Rabies identified in a Lewis County bat
For immediate release: August 19, 2021
Rabies identified in a Lewis County bat.
Chehalis, WA – Lewis County Public Health & Social Services (LCPHSS) announced today that a bat sent in for testing has tested positive for rabies.
The summer season is a time of increased wildlife activity; especially for bats during warmer nights. Bats are not normally aggressive towards humans or pets. Bats of the Pacific Northwest are primarily nocturnal and eat insects that can be harmful to people and crops. Less than 1% of bats in the wild are infected with rabies; bats sent in for testing are more likely to test positive for rabies because they tend to be sick and injured. Rabid bats have been found in almost every county in Washington.
Rabies is a severe viral disease of the central nervous system and can be prevented by prompt medical treatment following exposure or an animal bite. Some very simple steps can keep you and your family safe:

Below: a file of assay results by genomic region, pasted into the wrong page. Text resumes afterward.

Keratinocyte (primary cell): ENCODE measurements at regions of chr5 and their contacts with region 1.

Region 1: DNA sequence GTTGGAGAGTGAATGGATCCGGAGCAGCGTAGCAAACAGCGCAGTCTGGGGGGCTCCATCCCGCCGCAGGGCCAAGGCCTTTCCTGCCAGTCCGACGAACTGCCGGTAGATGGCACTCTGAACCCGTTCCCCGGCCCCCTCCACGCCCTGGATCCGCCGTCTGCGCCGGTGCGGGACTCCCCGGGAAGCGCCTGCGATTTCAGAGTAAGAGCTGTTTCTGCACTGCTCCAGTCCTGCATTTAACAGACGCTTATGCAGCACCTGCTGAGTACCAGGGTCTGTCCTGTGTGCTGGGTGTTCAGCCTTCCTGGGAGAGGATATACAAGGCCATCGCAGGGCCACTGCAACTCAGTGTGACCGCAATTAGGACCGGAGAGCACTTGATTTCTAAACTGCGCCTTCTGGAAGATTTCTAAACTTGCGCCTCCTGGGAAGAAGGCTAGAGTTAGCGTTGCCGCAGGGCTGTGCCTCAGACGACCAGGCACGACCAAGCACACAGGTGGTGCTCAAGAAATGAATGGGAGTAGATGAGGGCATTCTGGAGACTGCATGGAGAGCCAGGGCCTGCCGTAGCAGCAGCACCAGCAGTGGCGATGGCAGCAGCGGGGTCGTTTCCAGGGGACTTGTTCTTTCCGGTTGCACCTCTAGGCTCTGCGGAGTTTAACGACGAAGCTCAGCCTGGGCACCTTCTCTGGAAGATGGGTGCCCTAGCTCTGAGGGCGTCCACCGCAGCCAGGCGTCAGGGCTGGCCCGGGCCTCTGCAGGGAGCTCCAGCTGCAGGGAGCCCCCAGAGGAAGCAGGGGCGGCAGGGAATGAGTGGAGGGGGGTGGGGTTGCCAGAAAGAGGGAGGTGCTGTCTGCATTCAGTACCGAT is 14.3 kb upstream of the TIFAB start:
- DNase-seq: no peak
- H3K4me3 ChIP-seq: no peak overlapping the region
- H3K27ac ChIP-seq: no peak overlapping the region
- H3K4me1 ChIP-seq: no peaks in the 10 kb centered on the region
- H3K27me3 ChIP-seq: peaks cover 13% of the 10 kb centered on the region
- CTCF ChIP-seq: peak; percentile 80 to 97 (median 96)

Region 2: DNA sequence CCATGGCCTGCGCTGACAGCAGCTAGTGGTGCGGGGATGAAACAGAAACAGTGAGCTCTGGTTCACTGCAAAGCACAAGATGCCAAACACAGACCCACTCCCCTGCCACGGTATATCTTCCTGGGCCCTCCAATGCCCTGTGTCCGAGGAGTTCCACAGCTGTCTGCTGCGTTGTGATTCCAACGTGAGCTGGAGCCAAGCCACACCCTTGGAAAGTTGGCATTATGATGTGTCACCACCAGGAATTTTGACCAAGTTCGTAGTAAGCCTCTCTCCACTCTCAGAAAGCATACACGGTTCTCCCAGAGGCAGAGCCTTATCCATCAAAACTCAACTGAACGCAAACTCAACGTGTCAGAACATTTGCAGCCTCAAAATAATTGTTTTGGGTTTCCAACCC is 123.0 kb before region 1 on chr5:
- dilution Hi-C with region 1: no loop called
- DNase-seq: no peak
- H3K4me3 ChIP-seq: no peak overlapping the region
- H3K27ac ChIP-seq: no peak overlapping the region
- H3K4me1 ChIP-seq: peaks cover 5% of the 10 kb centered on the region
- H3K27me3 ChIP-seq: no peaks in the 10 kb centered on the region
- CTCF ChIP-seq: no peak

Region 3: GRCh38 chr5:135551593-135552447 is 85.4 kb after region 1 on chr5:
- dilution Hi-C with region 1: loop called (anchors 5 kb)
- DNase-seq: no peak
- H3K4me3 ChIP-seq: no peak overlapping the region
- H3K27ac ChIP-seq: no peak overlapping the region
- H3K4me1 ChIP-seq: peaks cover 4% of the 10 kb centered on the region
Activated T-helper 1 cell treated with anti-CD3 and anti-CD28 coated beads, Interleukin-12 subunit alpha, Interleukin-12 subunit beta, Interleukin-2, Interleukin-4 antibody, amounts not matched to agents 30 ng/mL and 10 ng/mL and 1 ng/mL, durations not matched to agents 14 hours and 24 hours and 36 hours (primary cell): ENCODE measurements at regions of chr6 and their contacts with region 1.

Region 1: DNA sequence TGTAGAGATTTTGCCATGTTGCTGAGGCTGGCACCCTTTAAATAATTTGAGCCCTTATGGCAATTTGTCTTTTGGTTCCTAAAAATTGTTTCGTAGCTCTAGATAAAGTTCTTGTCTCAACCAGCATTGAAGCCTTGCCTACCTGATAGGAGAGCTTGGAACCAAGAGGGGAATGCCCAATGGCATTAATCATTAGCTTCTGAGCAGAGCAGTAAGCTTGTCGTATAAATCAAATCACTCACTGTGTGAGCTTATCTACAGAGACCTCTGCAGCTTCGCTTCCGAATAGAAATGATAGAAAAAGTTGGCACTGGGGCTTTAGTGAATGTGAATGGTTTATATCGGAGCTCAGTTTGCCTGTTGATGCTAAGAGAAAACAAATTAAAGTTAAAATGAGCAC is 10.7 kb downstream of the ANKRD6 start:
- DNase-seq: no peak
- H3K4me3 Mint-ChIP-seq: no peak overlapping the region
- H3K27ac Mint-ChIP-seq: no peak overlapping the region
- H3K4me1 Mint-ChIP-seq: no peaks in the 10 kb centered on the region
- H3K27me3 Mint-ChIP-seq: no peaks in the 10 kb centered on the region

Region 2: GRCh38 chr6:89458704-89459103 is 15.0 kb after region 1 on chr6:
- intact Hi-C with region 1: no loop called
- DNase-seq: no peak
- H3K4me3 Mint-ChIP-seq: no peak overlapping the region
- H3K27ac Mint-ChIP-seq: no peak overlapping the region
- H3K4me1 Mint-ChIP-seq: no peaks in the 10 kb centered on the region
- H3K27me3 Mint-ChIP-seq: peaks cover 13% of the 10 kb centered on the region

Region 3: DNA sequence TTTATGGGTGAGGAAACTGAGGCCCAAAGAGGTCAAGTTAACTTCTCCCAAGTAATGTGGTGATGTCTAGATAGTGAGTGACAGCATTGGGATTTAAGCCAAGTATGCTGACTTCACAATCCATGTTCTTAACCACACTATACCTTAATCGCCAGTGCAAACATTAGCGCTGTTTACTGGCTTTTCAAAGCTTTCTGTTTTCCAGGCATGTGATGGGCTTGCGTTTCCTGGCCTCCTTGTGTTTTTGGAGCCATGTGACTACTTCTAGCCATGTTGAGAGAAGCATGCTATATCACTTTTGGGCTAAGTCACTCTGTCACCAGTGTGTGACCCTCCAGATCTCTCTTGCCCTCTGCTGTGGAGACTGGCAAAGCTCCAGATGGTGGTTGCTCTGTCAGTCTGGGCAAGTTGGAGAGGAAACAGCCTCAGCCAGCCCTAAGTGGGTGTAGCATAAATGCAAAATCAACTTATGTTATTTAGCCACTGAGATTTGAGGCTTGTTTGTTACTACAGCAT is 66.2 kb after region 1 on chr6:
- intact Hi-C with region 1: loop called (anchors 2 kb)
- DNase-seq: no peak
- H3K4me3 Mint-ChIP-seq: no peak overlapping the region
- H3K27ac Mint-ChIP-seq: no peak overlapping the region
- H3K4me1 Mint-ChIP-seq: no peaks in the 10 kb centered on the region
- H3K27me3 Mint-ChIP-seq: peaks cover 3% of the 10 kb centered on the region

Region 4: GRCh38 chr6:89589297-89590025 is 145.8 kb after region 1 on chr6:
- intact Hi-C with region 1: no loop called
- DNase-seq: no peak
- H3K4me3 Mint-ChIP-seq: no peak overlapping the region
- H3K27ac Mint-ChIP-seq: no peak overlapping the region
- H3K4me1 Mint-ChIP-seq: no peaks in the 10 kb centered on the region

- Do not handle wild animals, especially bats.
- Teach your children never to touch or handle bats, even dead ones. Have your children tell an adult if they find a bat at home, at school, or with a pet.
- If you see a wild animal leave it alone.
- Do not keep wild animals as pets.
- Keep bats out of your living space by http://wdfw.wa.gov/publications/00605/wdfw00605.pdf your home. Living with Wildlife-Bats, Department of Fish and Wildlife.
- Pets can get rabies if bitten by a rabid animal. Protect them and yourself by getting them vaccinated routinely. Dogs, cats and ferrets are now required to be vaccinated in Washington https://www.doh.wa.gov/YouandYourFamily/IllnessandDisease/Rabies/PetVaccinationRequirement
Consult your veterinarian for vaccine recommendations.
More information about rabies is available at:
For more information contact:
email@example.com or by phone at (360) 740-1227
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